It has been said that Nurses are the public’s heroes of health care. I couldn’t agree more with that statement. But with this great privilege comes great responsibility. (sound familiar?!) The weight of this responsibility creates a pressure that needs to be met with good intentions and a clear mind. I think we find this balance when nurses do not feel “overworked”. We need a break! Even if its 3 minutes, breathing fresh air outside. We need to take a break. This is not something you beg your managers for. This is a gift to yourself. This is something that you have control over. On the busiest of days (trust me I know – I’ve worked a cardio/vascular unit, all 6 patients telemetry, all diabetic…eat – you know how it goes.) you need to take a minute to gather your thoughts and regroup your skills. When you take a break you are contributing to safer patient care. A nurse who takes a break has a lower risk for medication errors. In essence we are all better nurses when we are alert and well rested. So do yourself a favor. Take a breather in the breakroom. Take a minute of silence in the quiet supply room. Or do what I do sometimes, I leave the floor and go downstairs to a sunny courtyard with palm trees. I take a few breaths of fresh air and take in the sunshine. It’s like a rejuvenating pill of peace!
Fresh air is so much better for us than stagnant air conditioning. Crista Miller from the “LIVESTRONG Foundation Studies “published this recently, “Phytoncides are airborne chemicals that plants and trees emit for protection from insects and rot. These chemicals, which linger in fresh air, also happen to be at the center of research in regards to stress reduction. A 2008 study published in the “Journal of Biological Regulators & Homeostatic Agents” recruited participants to spend time walking a forest and city areas for this very reason. According to the research, participants showed more physical signs of relaxation — including lower blood pressure and lower amounts of the stress hormone cortisol — when they spent time around trees rather than indoors. ”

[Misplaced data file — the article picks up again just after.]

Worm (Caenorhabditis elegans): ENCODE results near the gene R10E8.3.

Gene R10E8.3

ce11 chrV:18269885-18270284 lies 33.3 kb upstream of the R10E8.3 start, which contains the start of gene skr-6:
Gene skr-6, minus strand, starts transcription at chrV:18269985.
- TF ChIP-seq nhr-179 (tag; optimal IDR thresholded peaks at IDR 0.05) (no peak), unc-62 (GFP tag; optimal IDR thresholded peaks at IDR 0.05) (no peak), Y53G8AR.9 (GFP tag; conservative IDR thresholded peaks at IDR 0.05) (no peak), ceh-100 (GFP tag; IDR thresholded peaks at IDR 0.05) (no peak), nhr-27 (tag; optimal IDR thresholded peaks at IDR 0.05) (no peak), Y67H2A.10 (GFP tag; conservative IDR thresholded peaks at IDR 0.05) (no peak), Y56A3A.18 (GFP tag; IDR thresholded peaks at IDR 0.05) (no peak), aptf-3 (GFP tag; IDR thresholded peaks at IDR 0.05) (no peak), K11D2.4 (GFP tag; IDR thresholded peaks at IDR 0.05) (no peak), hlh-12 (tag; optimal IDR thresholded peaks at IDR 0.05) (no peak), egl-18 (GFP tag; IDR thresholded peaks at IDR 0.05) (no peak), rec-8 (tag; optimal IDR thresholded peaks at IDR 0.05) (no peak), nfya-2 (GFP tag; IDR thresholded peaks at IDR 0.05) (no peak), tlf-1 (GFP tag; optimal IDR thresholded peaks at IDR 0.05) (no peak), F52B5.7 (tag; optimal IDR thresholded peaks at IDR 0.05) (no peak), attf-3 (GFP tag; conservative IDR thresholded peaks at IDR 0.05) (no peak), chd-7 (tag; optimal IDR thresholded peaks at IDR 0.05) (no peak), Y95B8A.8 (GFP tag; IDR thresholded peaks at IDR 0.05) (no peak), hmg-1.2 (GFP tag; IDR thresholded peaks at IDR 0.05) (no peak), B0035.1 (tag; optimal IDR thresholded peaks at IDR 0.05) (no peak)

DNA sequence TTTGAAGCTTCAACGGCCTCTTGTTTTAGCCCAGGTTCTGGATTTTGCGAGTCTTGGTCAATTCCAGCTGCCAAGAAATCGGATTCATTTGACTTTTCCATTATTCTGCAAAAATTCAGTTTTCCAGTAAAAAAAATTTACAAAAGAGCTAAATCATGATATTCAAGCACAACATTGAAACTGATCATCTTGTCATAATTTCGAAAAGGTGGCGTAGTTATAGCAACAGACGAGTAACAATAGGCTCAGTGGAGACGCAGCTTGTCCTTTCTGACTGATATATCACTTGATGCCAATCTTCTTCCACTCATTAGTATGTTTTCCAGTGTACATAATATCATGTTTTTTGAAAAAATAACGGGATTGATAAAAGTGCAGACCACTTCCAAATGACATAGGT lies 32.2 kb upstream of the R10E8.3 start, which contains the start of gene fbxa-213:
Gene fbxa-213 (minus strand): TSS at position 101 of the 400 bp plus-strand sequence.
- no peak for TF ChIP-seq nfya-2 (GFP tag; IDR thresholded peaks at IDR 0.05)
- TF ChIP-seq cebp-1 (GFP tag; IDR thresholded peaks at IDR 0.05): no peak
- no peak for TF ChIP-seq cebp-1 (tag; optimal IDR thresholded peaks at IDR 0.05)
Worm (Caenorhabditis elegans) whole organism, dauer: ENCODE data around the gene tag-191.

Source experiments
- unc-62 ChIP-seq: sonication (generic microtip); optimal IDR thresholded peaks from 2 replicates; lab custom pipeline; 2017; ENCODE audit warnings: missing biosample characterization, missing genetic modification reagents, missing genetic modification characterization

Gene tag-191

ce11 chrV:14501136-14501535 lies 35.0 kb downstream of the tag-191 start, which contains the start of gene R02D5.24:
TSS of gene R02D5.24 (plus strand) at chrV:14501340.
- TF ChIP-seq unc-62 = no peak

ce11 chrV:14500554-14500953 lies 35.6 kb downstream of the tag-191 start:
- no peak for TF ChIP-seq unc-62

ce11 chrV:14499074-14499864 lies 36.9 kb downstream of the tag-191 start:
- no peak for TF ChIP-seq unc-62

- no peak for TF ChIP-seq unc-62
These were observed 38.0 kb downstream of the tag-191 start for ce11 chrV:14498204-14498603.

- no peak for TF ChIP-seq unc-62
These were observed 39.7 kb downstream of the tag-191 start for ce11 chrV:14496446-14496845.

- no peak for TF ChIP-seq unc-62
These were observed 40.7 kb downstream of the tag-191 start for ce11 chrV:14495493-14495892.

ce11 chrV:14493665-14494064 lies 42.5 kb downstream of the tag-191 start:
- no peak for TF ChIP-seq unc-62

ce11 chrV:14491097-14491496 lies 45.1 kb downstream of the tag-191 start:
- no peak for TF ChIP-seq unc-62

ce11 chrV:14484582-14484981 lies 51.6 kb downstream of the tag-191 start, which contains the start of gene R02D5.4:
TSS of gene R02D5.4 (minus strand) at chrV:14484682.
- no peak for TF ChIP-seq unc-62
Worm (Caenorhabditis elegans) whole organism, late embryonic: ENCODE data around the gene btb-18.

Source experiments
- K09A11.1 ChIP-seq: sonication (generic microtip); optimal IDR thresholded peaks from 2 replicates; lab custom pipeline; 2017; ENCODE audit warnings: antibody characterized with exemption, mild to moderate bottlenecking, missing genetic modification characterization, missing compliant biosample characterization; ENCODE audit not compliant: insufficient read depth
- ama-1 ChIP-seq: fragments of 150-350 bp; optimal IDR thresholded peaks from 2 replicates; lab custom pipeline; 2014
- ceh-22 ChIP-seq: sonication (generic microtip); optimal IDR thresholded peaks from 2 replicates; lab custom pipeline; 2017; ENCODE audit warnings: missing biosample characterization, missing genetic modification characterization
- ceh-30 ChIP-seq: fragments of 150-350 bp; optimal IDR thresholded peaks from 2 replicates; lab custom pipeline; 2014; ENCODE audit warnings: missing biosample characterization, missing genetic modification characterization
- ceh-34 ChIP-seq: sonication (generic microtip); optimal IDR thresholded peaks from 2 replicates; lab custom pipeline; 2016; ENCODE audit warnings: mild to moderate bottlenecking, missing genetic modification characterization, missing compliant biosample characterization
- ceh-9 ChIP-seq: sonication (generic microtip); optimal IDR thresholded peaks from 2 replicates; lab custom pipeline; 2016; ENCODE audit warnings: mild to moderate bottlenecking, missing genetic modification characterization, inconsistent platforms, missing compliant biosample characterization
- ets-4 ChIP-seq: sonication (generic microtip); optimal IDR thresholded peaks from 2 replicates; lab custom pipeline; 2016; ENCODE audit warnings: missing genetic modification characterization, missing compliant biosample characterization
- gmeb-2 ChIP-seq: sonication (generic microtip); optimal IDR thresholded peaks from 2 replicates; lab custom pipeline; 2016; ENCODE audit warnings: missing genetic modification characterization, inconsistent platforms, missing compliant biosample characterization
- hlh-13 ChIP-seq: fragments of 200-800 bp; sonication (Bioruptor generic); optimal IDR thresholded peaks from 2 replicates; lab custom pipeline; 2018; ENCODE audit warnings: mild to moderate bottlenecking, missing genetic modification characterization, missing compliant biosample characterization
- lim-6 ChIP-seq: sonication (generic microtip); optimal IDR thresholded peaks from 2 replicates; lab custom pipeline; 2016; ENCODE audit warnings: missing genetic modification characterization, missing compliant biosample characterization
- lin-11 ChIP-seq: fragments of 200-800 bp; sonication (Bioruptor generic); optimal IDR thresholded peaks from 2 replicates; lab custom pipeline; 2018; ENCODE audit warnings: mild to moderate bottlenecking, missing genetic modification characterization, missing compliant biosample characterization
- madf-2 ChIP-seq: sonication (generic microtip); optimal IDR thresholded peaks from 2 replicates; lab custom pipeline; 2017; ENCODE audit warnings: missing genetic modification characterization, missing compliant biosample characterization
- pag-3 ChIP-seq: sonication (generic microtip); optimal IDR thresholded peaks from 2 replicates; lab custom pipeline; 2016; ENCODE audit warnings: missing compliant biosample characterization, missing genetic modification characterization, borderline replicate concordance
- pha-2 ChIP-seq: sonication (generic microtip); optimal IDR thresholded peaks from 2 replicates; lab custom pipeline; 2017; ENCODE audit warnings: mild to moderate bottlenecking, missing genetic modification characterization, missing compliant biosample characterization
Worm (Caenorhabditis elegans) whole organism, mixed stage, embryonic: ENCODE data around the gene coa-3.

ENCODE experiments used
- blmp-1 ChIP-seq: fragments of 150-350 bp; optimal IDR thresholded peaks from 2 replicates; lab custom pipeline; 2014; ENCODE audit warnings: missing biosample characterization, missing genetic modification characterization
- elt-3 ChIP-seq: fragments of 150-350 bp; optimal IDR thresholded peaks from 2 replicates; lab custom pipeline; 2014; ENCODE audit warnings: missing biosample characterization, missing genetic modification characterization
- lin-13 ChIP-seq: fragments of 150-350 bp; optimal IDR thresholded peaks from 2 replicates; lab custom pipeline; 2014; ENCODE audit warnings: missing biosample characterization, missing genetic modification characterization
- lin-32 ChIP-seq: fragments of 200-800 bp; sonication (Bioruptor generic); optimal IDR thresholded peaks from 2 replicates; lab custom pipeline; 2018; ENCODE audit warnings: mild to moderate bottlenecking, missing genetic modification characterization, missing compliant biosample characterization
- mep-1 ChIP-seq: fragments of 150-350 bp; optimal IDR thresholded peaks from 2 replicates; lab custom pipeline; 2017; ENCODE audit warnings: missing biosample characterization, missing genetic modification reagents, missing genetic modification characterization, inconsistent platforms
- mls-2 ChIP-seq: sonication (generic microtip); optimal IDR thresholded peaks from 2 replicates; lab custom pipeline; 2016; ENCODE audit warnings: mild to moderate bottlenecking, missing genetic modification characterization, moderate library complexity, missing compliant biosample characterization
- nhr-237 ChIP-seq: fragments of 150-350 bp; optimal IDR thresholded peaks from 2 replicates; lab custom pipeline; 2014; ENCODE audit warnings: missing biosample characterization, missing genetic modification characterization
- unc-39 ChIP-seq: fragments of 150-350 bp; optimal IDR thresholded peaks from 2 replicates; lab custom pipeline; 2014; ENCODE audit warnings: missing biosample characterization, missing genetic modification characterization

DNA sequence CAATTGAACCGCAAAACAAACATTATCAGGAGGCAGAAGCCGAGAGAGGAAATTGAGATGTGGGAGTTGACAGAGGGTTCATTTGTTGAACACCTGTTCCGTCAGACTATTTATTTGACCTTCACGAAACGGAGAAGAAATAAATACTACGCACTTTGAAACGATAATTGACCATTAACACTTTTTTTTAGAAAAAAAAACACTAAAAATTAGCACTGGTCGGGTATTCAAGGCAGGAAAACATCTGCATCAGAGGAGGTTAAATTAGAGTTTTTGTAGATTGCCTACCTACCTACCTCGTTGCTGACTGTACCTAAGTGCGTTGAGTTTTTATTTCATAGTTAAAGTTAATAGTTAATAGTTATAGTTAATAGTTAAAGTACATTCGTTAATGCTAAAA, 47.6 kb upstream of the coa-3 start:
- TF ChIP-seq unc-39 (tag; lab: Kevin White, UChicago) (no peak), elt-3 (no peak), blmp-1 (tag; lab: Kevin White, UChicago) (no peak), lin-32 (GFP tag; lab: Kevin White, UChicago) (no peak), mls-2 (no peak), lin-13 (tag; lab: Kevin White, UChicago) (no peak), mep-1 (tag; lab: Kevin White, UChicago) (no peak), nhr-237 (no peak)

Now partner that fresh air with Sunlight! When you absorb sunlight you start producing the chemical “Serotonin”. This chemical is the “happiness” hormone. Serotonin is very low in people who are chronically depressed and stressed. So if take a minute to grab some rays in the middle of the day – it could help you manage your stress. And it just might make you a happier person! A daily dose of sunlight, particularly in the morning, helps you stabilize the sleeping hormone “Melatonin”. This means you will have less trouble falling asleep, staying asleep, and waking up in the mornings. I can’t speak for the rest of you, but I could use a better nights sleep!
Please, fellow nurses, as we continue to fight for better staffing ratios, lets help each other out. We are all stretched, but let us help each other take a break. Particularly the young nurses. Let’s change the culture of nursing where we put off taking care of ourselves because we are always feeling like we can’t share responsibilities with our fellow overwhelmed co-workers.